Fresh air and capital views.

From the confines of the hotel restaurant, I could look out and see a guy shoveling the sidewalk while across the street someone was clearing walkways with a small Cat bulldozer with a plow attachment. The people of Salt Lake City were up early and working hard. We had more miles of slushy driving conditions then we could imagine ahead of ourselves so it was nice to take a few more minutes to catch our breath and have an extra cup of coffee. My brief visit to Salt Lake City produced very little salt, no evidence of a lake and not nearly enough of the city and without a dog to walk even less would have been seen or smelled. I hope this inspires people to take their pets for a visit to Utah’s state capital.

PS I’m not sure anyone besides an outsider like me refers to Salt Lake City as SLC but I was reminded of a movie recently that used this shorthand. For some reason that abbreviation seemed cooler than spelling it out.

We’re back next week with an Art Racks–an Orbit staple!

Snow Daze Indeed

Wind makes a winter wonderland.

Wind makes a winter wonderland.

Portland, Ore. BREAKING NEWS: Heavy snowfall throws local blogger off his publishing schedule.

Anyone who has read the Portland Orbit more than once might be curious as to how snow fits into the theme of the blog. It has no relevance but this particular weather phenomenon has the whole area in a contagious tizzy. There is nothing else anyone can think of other than to consider that we are snowed under. We can’t get anywhere, we can’t work, we can barely think other than to make as quick an effort to adapt to the ways of Eskimos. There is snow day/cold weather sloth to wallow in and the drifting back to memories of childhood snow day anticipation. These memories have become more familiar because I work for the school system.

A cancelled school reminder came early.

A cancelled school reminder came early.

This was a significant snow accumulation event in Portland that began Tuesday night. That weather man phraseology has something to do with watching round the clock news coverage which I now realize is completely optional but, hey, sometimes you get sucked in. We live in an area that can be paralyzed by an inch of snow so imagine twelve times that much. After a while it became obvious that all these live reports added up to one fact: This is a lot of snow and the city is shut down. When the snow started falling it was satisfying to be able to watch traffic camera shots of cars stuck on the highway from our warm and cozy home.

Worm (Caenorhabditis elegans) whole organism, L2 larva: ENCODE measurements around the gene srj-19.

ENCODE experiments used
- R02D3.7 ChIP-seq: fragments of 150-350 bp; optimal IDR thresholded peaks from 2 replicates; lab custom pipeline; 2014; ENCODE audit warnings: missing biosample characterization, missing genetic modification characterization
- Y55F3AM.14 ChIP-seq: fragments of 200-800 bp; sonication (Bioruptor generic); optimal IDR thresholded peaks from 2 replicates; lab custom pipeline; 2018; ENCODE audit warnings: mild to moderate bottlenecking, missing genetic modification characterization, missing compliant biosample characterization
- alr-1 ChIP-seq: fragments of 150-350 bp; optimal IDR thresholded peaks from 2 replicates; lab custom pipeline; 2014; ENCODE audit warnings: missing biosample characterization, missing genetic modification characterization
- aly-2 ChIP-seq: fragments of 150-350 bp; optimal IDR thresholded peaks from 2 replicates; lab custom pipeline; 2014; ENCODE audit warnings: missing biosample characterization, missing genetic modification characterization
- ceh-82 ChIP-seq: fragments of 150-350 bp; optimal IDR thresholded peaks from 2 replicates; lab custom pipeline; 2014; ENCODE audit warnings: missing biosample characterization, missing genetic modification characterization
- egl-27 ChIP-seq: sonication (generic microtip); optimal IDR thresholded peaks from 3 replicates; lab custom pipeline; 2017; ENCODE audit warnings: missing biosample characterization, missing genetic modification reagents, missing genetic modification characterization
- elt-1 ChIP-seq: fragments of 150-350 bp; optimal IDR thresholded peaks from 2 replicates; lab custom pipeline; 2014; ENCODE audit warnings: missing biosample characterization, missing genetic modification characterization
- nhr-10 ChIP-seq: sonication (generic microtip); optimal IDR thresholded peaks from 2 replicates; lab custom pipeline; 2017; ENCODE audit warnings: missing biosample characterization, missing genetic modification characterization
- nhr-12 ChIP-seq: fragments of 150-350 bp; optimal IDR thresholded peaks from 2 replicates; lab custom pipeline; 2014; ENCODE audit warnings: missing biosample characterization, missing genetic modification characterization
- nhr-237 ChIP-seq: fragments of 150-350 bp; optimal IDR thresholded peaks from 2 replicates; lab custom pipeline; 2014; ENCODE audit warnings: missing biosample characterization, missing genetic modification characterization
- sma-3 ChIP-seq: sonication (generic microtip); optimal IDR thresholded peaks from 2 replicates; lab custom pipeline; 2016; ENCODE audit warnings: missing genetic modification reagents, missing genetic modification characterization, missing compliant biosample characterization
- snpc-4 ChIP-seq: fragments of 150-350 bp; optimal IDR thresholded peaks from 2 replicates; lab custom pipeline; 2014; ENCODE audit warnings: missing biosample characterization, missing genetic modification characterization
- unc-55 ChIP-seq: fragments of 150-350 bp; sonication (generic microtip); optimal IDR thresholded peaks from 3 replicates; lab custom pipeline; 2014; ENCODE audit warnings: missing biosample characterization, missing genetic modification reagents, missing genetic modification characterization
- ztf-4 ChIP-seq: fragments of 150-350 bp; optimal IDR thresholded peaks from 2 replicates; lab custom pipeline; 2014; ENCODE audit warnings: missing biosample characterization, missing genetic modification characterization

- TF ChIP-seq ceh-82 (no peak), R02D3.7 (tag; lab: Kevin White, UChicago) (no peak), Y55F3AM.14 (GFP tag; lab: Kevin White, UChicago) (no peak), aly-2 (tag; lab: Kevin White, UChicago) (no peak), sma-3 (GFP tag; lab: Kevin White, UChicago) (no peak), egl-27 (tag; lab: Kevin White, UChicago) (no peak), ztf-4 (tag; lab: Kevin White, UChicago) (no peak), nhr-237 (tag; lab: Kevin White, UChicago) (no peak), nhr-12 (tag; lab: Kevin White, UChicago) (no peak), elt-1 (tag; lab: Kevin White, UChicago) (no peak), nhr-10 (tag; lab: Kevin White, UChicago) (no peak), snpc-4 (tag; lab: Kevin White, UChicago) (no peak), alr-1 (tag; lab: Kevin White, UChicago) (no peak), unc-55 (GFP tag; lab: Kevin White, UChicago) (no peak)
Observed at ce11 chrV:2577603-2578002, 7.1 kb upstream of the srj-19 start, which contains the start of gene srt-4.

The post blizzard dawn.

The post blizzard dawn.

Unlike Eskimos we only have one word for snow. It’s snow, snow and snow. This is more snow than the last significant snow fall which occurred eight years ago. This means I won’t drop everything to write another blog post like this one until 2025. Portlanders don’t see much snow but this is the third snow event of the past six weeks. I’ve had eight snow days off this winter. There’s not much preparation, no plowing or sanding and recent debates erupted about salting the roads but no salt could even be located to use when this snow storm began. There’s that word. The media has erupted with the use of the storm word. If their isn’t enough snow to cover the grass, which happened last weekend, then it’s hardly a snow storm. That word promotes hysteria and insanely long lines at the grocery store and it keeps us glued to the news allowing for more opportunities to sell us cars and mattresses. I wanted to rant but you have to admit that anytime ice occurs you get an ice storm and then with this situation the snow piled up fast and furious like we’d never seen it and we got a legitimate snow storm.